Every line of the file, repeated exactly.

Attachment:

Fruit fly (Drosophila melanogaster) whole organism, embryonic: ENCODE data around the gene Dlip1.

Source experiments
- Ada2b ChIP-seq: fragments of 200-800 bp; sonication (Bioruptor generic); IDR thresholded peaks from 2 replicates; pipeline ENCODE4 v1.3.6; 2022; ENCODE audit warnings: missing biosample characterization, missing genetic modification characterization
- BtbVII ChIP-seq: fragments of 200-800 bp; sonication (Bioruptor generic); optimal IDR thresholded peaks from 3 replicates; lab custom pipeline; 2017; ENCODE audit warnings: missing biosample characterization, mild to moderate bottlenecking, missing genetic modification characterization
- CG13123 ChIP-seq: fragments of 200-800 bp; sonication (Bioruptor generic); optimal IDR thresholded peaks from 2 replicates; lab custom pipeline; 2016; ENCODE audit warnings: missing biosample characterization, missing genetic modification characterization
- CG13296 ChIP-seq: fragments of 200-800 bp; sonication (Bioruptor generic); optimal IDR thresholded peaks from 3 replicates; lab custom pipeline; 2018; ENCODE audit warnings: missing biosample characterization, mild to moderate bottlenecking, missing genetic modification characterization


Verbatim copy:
Fruit fly (Drosophila melanogaster) whole organism, embryonic: ENCODE data around the gene Dlip1.

Source experiments
- Ada2b ChIP-seq: fragments of 200-800 bp; sonication (Bioruptor generic); IDR thresholded peaks from 2 replicates; pipeline ENCODE4 v1.3.6; 2022; ENCODE audit warnings: missing biosample characterization, missing genetic modification characterization
- BtbVII ChIP-seq: fragments of 200-800 bp; sonication (Bioruptor generic); optimal IDR thresholded peaks from 3 replicates; lab custom pipeline; 2017; ENCODE audit warnings: missing biosample characterization, mild to moderate bottlenecking, missing genetic modification characterization
- CG13123 ChIP-seq: fragments of 200-800 bp; sonication (Bioruptor generic); optimal IDR thresholded peaks from 2 replicates; lab custom pipeline; 2016; ENCODE audit warnings: missing biosample characterization, missing genetic modification characterization
- CG13296 ChIP-seq: fragments of 200-800 bp; sonication (Bioruptor generic); optimal IDR thresholded peaks from 3 replicates; lab custom pipeline; 2018; ENCODE audit warnings: missing biosample characterization, mild to moderate bottlenecking, missing genetic modification characterization